• The Public Telecommunications Act of 1988 requires the CPB to report annually on “the provision of services to minority and diverse audiences by public broadcasting and public telecommunications entities” (Corporation for Public Broadcasting 2009, 1). This includes an accounting of programs targeted at minorities and diverse communities, initiatives to increase diversity in the media profession, and the development of services for audiences with particular needs.
  • Still, some observers have critiqued the American approach, noting that competition from private, for-profit broadcasters essentially shuts out the educational and non-profit broadcasters that are most likely to include more diverse programming (Zolf 1989). While the Federal Communications Commission does require licensees to take steps to prevent employment discrimination through the establishment of an Equal Employment Opportunity Policy, there is no evidence that licensees must commit to producing programs that reflect the United State’s cultural make-up (Federal Communications Commission 2010). In other words, the emphasis is on workplace diversity, as opposed to programming diversity.


4. Exemptions from dress codes (either by statute or court cases)

   Rare.

SCORES
Year: 1980 2000 2010
Score: 0.5 0 0

Evidence:

  • Until 1984, Sikhs in the United States armed forces were permitted to wear turbans and maintain a beard; that provision was rescinded, however. In 2009 and 2010, exemptions were granted to two Sikhs—a doctor and a dentist—who were recruited to the Army through a scholarship program for health professionals. In the ruling on one of the cases, the Army noted that "this accommodation is based solely on the facts and circumstances of your case. … [It] does not constitute a blanket accommodation for any other individual” (CNN 2009; see also Taipei Times 2010).
  • A 1986 ruling by the Supreme Court supported the prohibition of religious dress in the armed forces, and a Department of Defense Directive notes that while religious accommodations are permissible, they may be denied in the case of religious apparel if it is deemed that the dress may interfere with the performance of military duties, poses a safety risk, or interferes with the operation or function of weapons and other equipment (Department of Defense 2009).


5. Allows dual citizenship

   Partially. Not technically permitted, but occurs in practice.

SCORES
Year: 1980 2000 2010
Score: 0 0.5 0.5

Evidence:

  • Although citizens of the United States may have more than one nationality, American law does not specifically mention dual nationality. Indeed, the U.S. Department of State (2010) notes that the “Government recognizes that dual nationality exists but does not encourage it as a matter of policy because of the problems it may cause.” Requirements for naturalization do not explicitly require applicants to give up foreign citizenships, but they do require a renunciation of allegiances to foreign states (U.S. Citizenship and Immigration Services 2010). Moreover, the U.S. Department of State (2010) notes that U.S. citizens who acquire a foreign citizenship by choice may lose their U.S. citizenship.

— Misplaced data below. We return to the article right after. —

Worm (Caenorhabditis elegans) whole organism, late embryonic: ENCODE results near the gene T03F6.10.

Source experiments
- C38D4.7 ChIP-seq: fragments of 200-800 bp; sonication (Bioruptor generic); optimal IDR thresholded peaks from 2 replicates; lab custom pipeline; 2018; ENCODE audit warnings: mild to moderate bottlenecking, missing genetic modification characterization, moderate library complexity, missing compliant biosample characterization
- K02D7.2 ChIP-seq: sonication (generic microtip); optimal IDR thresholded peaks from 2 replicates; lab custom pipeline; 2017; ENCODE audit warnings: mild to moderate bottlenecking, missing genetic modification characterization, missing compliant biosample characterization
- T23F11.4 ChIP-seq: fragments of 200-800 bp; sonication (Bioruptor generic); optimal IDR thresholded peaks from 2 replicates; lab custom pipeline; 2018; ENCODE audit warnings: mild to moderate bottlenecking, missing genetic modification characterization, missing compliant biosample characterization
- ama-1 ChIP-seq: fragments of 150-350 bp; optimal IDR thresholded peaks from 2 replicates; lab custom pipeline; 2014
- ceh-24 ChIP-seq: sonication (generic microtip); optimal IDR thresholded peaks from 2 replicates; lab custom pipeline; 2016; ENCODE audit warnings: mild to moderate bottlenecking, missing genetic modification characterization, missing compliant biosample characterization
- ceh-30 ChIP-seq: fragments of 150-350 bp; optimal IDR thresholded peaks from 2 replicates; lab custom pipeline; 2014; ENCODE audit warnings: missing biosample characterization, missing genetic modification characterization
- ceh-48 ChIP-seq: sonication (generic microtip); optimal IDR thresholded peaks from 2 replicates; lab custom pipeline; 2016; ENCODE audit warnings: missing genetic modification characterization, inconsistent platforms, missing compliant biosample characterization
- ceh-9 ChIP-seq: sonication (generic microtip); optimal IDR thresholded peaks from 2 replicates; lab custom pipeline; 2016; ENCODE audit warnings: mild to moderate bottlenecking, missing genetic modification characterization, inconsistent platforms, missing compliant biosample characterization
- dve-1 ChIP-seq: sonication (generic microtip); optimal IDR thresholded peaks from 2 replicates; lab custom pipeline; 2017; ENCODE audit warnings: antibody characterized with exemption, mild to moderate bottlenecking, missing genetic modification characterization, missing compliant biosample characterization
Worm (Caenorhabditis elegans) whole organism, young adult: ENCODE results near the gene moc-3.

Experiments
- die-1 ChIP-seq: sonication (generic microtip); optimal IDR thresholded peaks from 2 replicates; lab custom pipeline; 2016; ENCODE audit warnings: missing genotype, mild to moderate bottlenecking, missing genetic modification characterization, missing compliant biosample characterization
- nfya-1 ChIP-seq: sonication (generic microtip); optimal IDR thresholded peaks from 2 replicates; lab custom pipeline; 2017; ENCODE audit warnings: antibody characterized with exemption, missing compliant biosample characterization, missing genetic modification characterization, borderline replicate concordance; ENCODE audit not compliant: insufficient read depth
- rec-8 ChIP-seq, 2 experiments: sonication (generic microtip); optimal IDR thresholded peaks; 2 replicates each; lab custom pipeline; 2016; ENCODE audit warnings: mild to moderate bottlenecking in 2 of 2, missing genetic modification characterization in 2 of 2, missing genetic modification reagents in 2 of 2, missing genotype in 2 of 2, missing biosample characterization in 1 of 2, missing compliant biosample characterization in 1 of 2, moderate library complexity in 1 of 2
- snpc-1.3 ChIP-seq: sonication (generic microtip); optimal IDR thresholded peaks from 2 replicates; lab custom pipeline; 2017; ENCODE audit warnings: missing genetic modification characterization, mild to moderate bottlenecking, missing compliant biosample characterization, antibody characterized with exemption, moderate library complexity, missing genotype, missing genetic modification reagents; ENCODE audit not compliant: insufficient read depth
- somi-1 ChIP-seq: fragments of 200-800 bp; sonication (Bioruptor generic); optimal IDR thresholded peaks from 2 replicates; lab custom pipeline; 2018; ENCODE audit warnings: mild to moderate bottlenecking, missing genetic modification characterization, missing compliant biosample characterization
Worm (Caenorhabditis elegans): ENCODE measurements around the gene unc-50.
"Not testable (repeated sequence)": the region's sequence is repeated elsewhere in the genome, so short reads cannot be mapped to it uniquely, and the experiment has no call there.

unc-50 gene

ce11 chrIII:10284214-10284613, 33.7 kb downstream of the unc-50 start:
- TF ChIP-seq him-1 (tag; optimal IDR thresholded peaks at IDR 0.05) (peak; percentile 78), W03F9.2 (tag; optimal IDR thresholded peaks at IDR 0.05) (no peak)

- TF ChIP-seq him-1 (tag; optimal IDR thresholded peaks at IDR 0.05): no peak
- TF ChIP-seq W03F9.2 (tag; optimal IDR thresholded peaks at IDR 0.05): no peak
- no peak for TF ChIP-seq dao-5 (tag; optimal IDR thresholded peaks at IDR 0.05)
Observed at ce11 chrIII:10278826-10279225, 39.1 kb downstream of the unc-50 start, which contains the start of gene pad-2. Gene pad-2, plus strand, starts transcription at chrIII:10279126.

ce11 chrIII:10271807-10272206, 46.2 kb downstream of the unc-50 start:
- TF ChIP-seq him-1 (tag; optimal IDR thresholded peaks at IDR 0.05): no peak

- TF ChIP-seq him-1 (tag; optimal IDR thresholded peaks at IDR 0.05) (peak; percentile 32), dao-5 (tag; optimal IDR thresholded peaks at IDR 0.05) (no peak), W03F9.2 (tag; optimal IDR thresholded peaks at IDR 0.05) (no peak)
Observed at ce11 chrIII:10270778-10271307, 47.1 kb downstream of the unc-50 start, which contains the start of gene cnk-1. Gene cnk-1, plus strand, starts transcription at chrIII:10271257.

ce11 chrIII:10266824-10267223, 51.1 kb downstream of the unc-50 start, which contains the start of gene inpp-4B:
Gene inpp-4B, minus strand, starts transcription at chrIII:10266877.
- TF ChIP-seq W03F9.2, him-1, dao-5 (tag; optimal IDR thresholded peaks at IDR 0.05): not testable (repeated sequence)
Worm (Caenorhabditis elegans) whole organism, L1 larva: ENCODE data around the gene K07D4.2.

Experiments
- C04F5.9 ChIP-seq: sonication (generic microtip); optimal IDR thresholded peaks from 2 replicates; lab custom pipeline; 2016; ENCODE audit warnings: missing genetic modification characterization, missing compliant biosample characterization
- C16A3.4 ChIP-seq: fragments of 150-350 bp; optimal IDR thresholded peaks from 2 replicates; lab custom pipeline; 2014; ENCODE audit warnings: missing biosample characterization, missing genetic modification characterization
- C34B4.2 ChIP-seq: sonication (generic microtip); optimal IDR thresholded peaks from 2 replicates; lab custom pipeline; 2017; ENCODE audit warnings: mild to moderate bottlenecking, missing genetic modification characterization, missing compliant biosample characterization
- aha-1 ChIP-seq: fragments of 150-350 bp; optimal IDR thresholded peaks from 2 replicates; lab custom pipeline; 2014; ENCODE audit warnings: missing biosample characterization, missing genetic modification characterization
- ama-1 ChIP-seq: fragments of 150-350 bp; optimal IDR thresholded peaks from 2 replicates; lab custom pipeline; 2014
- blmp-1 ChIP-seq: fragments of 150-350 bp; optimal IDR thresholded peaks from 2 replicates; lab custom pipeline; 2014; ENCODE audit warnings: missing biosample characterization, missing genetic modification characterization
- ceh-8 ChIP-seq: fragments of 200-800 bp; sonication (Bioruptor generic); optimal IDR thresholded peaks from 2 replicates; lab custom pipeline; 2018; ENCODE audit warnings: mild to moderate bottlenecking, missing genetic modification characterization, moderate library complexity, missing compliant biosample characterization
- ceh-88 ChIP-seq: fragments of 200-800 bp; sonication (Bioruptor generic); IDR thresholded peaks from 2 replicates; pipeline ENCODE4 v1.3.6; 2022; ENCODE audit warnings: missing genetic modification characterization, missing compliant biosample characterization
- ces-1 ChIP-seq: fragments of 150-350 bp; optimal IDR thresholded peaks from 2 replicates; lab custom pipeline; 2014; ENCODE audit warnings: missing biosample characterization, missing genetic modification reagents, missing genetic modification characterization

6. The funding of ethnic group organizations or activities

   No.

SCORES
Year: 1980 2000 2010
Score: 0 0 0

Evidence:

  • In her comparison of state support for immigrant civic associations in Canada and the United States, Bloemraad (2005, 867) notes that “the Canadian government thus offers migrant organisations both financial and symbolic support. In the United States, the state favours more distant, neutral relations with immigrants, ethnic organisations and community advocates.” She characterizes the US approach toward immigrant minorities as “laissez-faire,” although she points out that various non-governmental organizations—known as Mutual Assistance Associations—are given funds for refugee resettlement. This is to support integration, however, rather than cultural maintenance or preservation.


7. The funding of bilingual education or mother-tongue instruction

   Varies. Available in many states, although often targeted specifically at Spanish-speaking students. Evidence as well of anti-multiculturalism policies, with half of all states having English-only laws.

SCORES
Year: 1980 2000 2010
Score: 0.5 0.5 0.5

Evidence:

  • In the state of New York, the Office for Bilingual Education and Foreign Language Studies has been in operation since 1969 and has a mandate to provide support to schools and other educational institutions in the area of second-language study (New York State Education Department 2010a). School districts are required to identify limited English proficient (LEP) students, adopt policies and provide services related to their education, and evaluate and report on their academic outcomes. LEP instructional programs are funded primarily by local governments, but support is also provided through State LEP Aid in the form of State Bilingual Categorical Funds (New York State Education Department 2010b). In New York, there are more than 520 districts with programs for the 220,000 limited English proficient (LEP) students who come from 170 language backgrounds (ibid.).